In an interview with ESPN in the stands, Obama said that his daughters, Malia and Sasha, spoke with Castro’s grandchildren during the visit. He cited “overall support” for his rapprochement with Cuba among the U.S. public and said he would “continue to put pressure” on the Cuban government to allow its citizens to earn money directly through their own businesses and foreign employment.
“The more we can create these pockets of opportunity and hope here,” he said. “I have no doubt that eventually change is going to come.”
Obama and Castro spoke animatedly throughout the game, and the Cuban leader made an unannounced appearance at the Havana airport to see Obama off. The U.S. leader is heading to Argentina, where he’ll meet with the country’s new president, Mauricio Macri.
The public events in Havana followed a day of meetings on Monday between Obama and Castro, including a surprise news conference in which the Cuban leader defended his government’s human rights record. Castro suggested that gaps in the U.S. health care and education systems were tantamount to human rights abuses.
“For all of our differences, the Cuban and American people share common values in their own lives: a sense of patriotism and a lot of pride,” Obama said in his televised speech. “I believe our grandchildren will look back at their period of isolation as an aberration.”
“El futuro de Cuba tiene que estar en los manos del pueblo Cubano,” Obama said in Spanish to his Cuban audience: The future of Cuba has to be in the hands of the Cuban people.
At the end of the speech, Raul Castro remained in the theater and the audience shouted to him, “Viva Cuba! Cuba Si!”
Obama followed his speech by meeting with Cuban political dissidents at the U.S. embassy. On Monday, a U.S. reporter asked Castro directly whether the island nation holds political prisoners, and called for their release. Castro’s response: “Give me a list of the political prisoners and I will release them immediately.” Dissident leaders planned to present Obama with just such lists at their meeting.
Obama said the dissidents had shown “extraordinary courage,” noting that some of them have spent time in Cuban prisons. He said he had previously met some of them in Miami and Panama, and others for the first time today.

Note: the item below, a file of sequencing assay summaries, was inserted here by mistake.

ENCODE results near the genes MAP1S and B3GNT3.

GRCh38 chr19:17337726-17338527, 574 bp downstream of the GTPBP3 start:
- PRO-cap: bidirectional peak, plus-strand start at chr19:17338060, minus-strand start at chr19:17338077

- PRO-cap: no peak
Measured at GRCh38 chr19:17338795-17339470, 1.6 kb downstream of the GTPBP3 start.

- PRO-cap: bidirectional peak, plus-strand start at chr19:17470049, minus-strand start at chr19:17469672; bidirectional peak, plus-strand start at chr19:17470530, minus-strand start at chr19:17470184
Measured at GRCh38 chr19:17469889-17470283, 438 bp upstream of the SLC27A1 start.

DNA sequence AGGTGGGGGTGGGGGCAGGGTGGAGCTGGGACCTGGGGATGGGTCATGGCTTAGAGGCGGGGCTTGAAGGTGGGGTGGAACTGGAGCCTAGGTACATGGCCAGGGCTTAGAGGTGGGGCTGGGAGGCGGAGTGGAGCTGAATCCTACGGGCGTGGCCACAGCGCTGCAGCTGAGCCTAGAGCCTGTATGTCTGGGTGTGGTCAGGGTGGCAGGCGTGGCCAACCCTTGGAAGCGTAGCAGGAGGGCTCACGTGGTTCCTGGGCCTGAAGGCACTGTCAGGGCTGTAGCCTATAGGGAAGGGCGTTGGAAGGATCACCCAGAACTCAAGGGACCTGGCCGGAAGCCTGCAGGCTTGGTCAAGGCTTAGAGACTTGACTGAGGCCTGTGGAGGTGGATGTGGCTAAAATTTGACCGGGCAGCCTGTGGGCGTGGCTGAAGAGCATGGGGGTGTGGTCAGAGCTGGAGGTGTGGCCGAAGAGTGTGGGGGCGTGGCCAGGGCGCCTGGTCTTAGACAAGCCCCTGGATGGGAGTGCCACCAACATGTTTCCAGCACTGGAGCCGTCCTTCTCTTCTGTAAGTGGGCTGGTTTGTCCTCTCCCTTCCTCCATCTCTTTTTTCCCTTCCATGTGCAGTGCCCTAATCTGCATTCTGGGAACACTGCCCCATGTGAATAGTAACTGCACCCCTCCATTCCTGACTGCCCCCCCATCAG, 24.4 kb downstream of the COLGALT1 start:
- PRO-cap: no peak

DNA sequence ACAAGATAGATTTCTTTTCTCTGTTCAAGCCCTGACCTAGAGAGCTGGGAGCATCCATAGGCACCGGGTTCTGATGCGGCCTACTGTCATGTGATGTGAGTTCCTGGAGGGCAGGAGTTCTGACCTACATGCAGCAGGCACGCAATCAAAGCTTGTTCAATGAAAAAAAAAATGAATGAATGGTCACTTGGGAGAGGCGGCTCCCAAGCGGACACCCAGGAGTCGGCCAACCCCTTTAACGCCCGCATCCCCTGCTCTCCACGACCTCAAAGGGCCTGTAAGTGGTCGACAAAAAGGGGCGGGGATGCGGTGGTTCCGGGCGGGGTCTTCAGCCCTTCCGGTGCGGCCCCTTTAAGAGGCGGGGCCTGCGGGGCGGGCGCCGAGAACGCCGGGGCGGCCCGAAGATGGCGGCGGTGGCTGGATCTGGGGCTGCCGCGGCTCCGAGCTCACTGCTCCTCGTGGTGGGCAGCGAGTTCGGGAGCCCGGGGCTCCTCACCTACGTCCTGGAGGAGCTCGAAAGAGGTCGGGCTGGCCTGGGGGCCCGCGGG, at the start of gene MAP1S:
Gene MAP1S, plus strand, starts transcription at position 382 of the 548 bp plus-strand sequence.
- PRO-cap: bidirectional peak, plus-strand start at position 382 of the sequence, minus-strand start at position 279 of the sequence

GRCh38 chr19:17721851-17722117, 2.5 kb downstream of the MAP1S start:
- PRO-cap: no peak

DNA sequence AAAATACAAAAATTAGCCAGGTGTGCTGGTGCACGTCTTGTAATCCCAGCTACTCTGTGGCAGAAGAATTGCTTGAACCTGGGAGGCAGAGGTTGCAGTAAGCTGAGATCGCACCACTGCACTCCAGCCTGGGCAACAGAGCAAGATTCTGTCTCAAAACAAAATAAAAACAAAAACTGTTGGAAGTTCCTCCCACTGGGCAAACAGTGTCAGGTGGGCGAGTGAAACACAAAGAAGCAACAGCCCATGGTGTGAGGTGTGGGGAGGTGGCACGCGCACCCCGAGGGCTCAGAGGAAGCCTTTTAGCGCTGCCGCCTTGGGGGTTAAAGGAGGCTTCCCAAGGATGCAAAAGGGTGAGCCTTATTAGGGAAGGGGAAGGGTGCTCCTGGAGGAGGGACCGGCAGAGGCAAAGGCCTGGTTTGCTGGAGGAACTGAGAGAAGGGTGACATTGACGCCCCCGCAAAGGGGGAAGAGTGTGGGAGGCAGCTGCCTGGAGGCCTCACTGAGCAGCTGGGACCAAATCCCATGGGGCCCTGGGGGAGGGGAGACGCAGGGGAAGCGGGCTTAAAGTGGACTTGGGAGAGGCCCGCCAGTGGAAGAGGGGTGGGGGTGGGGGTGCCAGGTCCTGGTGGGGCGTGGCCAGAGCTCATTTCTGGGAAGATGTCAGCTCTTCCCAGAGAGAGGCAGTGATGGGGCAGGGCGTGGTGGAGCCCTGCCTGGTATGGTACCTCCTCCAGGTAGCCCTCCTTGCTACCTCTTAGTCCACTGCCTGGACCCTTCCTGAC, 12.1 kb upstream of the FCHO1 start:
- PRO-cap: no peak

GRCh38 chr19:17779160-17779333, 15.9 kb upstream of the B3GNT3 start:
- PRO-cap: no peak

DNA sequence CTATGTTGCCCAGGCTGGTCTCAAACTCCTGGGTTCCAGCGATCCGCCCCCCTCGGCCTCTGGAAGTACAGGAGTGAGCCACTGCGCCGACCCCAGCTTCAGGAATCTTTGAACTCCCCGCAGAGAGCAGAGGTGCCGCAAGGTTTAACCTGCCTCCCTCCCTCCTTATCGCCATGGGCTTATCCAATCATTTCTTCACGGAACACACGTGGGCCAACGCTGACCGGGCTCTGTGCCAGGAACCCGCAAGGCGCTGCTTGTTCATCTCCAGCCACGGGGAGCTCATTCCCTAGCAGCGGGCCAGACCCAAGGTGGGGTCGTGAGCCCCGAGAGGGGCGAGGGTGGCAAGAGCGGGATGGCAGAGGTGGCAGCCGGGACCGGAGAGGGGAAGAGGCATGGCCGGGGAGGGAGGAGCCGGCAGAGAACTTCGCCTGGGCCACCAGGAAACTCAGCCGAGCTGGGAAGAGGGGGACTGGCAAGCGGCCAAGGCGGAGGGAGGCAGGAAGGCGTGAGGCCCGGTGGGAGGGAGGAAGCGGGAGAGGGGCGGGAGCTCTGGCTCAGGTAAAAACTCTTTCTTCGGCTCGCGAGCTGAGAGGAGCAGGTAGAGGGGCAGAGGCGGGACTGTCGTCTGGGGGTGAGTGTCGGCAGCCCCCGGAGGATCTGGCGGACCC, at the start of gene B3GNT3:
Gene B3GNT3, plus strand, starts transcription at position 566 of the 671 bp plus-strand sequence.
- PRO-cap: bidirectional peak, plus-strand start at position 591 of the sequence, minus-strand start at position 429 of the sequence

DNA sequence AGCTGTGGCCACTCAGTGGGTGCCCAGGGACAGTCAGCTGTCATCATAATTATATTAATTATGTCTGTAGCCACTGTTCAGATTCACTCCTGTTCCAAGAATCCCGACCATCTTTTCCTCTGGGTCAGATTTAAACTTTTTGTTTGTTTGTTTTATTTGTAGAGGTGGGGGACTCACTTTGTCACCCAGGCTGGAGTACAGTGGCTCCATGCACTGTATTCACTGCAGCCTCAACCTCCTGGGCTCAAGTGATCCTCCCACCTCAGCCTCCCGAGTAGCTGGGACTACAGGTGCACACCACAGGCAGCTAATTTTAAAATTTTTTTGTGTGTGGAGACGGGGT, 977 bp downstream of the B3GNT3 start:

“Part of our policy with respect to engagement with Cuba is not simply me meeting with President Castro or government to government relations,” Obama told the dissidents. “Much of this is a matter of us being able to hear directly from the Cuban people and making sure that they have a voice and making sure that their concerns and their ideas are helping to shape U.S. policy.”
Obama has drawn criticism from Republicans for meeting with Castro while the Cuban government continues to imprison, detain and harass political opponents. Ruth Guerra, director of Hispanic media for the Republican National Committee, said Obama’s visit is “legitimizing an oppressive regime and abandons the people he says this policy shift is all about.”
Obama and his allies say U.S. policy for the last 55 years has failed, and only engagement with the Cuban government can improve the relationship between the two countries.
“The previous policy of isolation had zero impact on human rights,” said Jose Miguel Vivanco, director of the Americas program at Human Rights Watch. “Engagement alone is not sufficient. It’s important that he listen directly to those Cubans whose life has been ruined, destroyed by a dictatorship.”
Carlos Gutierrez, a Republican and former U.S. Commerce Secretary under President George W. Bush who accompanied Obama on his visit, said expanding economic relations with Cuba can improve human rights by creating jobs on the island. Human rights is a “very broad arena” and “the right to earn a living” is important, he told reporters in Havana on Monday.
Cuba would not be the first U.S. trading partner with a poor human rights record, Gutierrez said.